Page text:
Education Week
April 17, 2015

The toolkit for determining whether publishers' instructional materials are aligned to the Common Core State Standards has grown once again. Yesterday, the Council of the Great City Schools put out a series of rubrics, separated by grade level, to help schools and educators decide if the reading and math curriculum materials they're using meet the common core's expectations. Here's a page from the English/language arts rubric for 3rd grade.

THE Journal
April 17, 2015

To get a sense of what is working in districts around the country, we asked educators to share the technology tools that they are using to help implement CCSS and prepare students for the upcoming assessments. The Common Core standards emphasize an inquiry-based approach to learning, encouraging students to ask questions and persevere through challenges. According to Christine Fax-Huckaby, a special education academic support teacher in Sweetwater Union High School District (SUHSD) n Chula Vista, CA, that inquiry-based approach can be difficult for special education teachers because "we don't want our kids to struggle. We don't want to lose them."

School Library Journal
April 17, 2015

On April 16, Common Sense Education, a division of Common Sense, the nonprofit organization dedicated to helping students, parents, and teachers thrive in a world of media and technology, released Digital Compass, an interactive gaming platform aiming to foster digital literacy and citizenship skills among sixth through ninth graders. Digital Compass addresses the issues that kids face in the digital world: cyberbullying, privacy and security, creative credit and copyright, information literacy, Internet safety, digital footprint and reputation, self-image and identity, relationships, and communication. It also strives to provide students with the freedom to explore how their digital interactions may impact real-life relationships and future opportunities. Designed as an animated choose-your-own-adventure game, Digital Compass puts students in the role of one of eight characters (four male, four female), each of whom is faced with a series of digital dilemmas. Students determine their character’s actions—and the story’s outcome—by making a series of decisions as the game progresses. Supplemental printable materials are tied to Common Core writing standards.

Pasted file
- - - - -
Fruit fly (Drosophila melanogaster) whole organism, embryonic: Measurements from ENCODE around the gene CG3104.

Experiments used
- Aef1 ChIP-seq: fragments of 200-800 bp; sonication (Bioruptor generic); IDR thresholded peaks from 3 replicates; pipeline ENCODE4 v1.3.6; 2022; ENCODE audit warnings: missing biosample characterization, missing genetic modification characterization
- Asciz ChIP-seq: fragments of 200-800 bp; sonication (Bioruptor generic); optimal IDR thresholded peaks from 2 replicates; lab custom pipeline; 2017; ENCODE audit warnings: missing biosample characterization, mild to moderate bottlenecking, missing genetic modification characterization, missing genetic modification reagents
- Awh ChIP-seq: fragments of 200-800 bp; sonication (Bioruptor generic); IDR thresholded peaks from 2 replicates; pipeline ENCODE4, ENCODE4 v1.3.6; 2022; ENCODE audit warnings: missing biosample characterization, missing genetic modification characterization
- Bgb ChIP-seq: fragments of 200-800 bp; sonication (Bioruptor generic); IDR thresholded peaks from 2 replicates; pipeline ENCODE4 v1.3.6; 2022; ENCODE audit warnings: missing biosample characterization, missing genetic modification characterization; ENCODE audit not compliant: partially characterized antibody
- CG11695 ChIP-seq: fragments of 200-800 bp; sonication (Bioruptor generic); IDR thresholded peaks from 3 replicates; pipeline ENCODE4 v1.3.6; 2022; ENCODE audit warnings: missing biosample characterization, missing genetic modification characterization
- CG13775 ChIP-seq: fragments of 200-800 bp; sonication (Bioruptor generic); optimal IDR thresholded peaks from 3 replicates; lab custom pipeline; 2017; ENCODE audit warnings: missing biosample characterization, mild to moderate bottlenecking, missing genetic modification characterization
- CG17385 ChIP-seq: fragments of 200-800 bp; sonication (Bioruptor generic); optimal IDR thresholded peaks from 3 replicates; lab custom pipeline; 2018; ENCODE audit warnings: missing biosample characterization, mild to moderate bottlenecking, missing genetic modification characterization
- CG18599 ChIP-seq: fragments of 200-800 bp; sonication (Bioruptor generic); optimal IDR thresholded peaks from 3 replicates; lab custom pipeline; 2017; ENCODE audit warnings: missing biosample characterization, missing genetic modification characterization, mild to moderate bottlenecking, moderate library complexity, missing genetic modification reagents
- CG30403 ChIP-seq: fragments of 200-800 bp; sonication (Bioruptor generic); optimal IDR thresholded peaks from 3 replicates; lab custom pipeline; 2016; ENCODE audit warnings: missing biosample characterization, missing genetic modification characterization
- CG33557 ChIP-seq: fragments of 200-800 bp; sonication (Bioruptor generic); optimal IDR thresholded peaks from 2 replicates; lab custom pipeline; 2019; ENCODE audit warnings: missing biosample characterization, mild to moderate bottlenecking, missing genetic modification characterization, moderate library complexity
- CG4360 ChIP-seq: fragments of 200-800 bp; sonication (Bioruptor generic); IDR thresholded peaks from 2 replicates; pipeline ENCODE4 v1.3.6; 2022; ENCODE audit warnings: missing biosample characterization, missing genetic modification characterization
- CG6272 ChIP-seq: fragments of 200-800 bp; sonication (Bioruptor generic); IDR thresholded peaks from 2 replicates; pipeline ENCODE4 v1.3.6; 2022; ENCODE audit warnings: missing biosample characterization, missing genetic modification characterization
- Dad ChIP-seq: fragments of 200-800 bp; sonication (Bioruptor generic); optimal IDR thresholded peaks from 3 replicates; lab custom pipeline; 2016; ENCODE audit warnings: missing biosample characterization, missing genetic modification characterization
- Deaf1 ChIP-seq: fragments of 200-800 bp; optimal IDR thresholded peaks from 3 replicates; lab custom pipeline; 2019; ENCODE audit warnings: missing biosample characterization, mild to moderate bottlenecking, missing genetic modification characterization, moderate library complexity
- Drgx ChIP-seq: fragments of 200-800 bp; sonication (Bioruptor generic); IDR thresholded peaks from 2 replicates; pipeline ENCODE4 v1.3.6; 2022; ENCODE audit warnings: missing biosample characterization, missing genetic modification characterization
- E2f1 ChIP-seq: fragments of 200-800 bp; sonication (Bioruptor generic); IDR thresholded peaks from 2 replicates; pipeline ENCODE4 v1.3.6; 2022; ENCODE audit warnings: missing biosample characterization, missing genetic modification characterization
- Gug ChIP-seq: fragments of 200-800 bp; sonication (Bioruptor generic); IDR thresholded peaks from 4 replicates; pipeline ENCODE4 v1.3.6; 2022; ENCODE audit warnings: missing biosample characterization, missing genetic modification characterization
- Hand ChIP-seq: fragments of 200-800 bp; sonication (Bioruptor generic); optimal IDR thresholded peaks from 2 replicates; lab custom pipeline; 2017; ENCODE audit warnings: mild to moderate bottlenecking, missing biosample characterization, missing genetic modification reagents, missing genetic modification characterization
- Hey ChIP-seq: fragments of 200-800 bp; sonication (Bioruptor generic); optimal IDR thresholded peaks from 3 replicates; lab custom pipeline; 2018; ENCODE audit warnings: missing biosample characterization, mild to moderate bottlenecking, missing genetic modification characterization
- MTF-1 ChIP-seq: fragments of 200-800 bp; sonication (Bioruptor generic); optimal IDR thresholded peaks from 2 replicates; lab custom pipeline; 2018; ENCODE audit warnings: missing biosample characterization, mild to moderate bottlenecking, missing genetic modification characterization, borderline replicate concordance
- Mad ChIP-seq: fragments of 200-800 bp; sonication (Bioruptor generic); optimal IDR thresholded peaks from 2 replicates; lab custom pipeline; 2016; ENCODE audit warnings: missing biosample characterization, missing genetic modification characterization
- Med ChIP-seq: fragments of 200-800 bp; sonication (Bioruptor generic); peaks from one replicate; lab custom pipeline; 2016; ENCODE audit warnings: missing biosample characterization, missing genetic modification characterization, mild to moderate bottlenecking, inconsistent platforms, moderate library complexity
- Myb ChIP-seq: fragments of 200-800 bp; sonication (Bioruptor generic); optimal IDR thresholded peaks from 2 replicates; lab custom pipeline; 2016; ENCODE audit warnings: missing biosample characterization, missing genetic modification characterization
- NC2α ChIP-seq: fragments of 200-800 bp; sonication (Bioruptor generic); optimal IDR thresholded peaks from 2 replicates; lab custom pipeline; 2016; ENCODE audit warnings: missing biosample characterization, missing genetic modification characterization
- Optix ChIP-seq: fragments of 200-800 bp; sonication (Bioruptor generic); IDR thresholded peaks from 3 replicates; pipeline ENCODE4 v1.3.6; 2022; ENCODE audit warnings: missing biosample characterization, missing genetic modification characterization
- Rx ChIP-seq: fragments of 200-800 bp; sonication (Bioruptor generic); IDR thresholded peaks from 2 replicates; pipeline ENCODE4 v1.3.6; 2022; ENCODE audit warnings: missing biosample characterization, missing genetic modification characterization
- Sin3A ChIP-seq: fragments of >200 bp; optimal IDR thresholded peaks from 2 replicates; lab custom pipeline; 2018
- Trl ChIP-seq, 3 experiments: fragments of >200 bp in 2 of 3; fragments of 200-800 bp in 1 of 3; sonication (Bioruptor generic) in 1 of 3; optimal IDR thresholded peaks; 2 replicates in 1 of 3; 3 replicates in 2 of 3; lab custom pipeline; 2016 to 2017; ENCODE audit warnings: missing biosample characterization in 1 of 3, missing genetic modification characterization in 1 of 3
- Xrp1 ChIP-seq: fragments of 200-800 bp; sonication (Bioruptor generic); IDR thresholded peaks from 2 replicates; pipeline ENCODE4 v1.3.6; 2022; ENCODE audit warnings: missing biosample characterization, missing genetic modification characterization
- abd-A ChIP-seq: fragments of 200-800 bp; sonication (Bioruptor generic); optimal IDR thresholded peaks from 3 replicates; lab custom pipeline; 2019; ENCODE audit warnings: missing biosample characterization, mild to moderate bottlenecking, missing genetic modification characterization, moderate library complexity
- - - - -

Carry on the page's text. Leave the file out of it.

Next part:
Christian Science Monitor
April 16, 2015

Like many of you, my love for poetry began with Shel Silverstein. I can still remember the long waiting list to check out “Where the Sidewalk Ends” in elementary school. When it was finally my turn and they placed the white and black hardbound book into my eager hands, I felt like I’d won the lottery. It was a treasure, and I was already mourning the day I’d have to pass it along to the next lucky kid in line. Silverstein’s poems transcend age and time. They are beloved by adults and children alike and remain for me today just as delightful as they were thirty years ago. From time to time, we pull the book from the shelf and read a few selections as a family.

School Library Journal
April 16, 2015

Bank Street College of Education has established an endowment to support the Center for Children’s Literature’s annual Writer-in-Residence in memory of Dorothy Carter and her life’s work. Carter was a children’s book author, a Broadway actress, the first African American member of the Bank Street College graduate faculty, the first recipient of the Lucy Sprague Mitchell Award, and a leader of the Bank Street Writer’s Lab. The first Writer-in-Residence is author Kwame Alexander. On April 6, after spending a day working with the children on their poetry, Kwame appeared at an event at Bank Street College open to the public. “Doing the Write Thing, 1969–2015: A Literary Legacy Conversation between Kwame Alexander, 2015 Newbery Medalist, and his father Dr. E. Curtis Alexander,” was moderated by historian and author Leonard S. Marcus.